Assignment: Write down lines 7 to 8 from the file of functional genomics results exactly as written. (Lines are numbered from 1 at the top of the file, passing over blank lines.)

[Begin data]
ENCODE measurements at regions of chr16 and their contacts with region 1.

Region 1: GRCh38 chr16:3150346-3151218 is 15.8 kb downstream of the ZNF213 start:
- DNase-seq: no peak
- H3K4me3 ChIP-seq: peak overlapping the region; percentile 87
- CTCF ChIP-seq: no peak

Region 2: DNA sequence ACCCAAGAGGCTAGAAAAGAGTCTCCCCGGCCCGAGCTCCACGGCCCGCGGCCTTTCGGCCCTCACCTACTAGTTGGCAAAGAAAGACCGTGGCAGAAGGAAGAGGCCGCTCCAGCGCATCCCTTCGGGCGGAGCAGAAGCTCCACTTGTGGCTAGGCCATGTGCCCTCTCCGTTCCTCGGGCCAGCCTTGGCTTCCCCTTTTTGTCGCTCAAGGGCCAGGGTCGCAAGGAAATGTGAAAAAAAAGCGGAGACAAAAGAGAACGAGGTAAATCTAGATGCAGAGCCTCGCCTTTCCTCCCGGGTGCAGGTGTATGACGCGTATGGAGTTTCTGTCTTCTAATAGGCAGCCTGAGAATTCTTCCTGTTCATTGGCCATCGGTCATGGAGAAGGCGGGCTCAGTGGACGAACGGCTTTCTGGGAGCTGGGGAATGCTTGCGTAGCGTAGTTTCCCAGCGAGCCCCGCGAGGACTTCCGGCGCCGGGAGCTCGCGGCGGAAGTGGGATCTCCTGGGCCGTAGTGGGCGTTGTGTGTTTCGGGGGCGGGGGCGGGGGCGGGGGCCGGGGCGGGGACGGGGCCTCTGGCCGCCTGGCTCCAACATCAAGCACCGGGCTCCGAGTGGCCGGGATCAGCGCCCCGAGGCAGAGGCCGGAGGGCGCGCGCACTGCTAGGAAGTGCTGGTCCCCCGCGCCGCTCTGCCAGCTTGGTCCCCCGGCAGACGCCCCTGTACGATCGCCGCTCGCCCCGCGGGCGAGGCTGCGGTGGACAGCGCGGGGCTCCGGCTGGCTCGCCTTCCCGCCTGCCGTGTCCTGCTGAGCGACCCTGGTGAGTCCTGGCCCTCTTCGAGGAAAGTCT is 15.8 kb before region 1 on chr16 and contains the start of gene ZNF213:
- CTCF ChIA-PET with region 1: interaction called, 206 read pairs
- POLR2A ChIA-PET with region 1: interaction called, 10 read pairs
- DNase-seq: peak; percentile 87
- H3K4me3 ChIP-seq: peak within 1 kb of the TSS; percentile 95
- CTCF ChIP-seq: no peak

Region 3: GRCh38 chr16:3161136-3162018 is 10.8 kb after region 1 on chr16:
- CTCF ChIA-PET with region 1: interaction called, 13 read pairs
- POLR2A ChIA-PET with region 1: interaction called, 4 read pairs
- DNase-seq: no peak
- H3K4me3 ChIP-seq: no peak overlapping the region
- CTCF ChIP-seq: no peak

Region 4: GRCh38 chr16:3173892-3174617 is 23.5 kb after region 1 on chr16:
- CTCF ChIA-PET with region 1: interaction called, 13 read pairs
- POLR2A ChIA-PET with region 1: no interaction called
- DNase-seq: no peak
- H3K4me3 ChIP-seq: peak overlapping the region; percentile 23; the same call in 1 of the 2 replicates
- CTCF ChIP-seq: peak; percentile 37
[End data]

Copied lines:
- CTCF ChIA-PET with region 1: interaction called, 206 read pairs
- POLR2A ChIA-PET with region 1: interaction called, 10 read pairs